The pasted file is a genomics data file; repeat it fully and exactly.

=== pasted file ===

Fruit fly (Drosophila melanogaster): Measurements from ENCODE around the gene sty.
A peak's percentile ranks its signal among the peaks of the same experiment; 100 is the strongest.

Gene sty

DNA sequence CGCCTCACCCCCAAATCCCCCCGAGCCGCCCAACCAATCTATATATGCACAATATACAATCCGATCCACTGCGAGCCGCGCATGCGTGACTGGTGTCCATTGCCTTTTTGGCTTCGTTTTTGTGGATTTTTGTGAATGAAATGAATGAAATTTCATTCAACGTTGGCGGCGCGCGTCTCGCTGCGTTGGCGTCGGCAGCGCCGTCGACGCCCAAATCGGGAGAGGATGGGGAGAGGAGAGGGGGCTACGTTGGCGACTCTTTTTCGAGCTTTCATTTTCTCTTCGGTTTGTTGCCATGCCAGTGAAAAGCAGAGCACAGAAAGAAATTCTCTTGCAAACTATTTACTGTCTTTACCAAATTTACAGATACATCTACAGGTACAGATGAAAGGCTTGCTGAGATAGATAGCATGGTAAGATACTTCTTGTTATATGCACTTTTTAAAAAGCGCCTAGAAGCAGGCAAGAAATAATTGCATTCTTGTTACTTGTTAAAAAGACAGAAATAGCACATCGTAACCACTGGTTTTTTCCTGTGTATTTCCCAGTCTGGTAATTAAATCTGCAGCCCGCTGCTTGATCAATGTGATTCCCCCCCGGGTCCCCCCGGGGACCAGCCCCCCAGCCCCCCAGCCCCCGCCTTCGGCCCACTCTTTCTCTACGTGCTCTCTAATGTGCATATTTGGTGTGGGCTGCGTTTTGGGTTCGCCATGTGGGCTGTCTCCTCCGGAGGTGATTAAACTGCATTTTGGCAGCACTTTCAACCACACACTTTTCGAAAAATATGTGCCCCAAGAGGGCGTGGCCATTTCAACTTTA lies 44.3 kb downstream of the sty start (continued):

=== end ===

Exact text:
Fruit fly (Drosophila melanogaster): Measurements from ENCODE around the gene sty.
A peak's percentile ranks its signal among the peaks of the same experiment; 100 is the strongest.

Gene sty

DNA sequence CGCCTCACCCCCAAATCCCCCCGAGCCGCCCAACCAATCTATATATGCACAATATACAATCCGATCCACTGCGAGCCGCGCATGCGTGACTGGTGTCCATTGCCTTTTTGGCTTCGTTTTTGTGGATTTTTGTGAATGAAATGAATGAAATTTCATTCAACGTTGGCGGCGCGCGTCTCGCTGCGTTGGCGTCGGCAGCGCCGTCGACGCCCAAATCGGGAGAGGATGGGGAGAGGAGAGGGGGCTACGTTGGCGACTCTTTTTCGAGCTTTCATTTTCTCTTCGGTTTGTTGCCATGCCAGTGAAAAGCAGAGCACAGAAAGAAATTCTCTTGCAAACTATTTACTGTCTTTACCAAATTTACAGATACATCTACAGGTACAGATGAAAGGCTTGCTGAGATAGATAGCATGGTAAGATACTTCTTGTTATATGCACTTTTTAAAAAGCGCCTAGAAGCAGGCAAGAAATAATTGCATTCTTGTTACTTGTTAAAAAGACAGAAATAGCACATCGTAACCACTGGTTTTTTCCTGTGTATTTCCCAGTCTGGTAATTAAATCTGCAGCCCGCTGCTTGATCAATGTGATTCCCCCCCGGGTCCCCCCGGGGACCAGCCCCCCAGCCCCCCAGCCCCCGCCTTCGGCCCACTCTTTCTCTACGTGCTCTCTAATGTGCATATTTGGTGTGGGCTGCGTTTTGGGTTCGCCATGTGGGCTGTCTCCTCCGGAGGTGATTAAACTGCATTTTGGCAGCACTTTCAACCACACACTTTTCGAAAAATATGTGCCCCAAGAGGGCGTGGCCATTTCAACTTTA lies 44.3 kb downstream of the sty start (continued):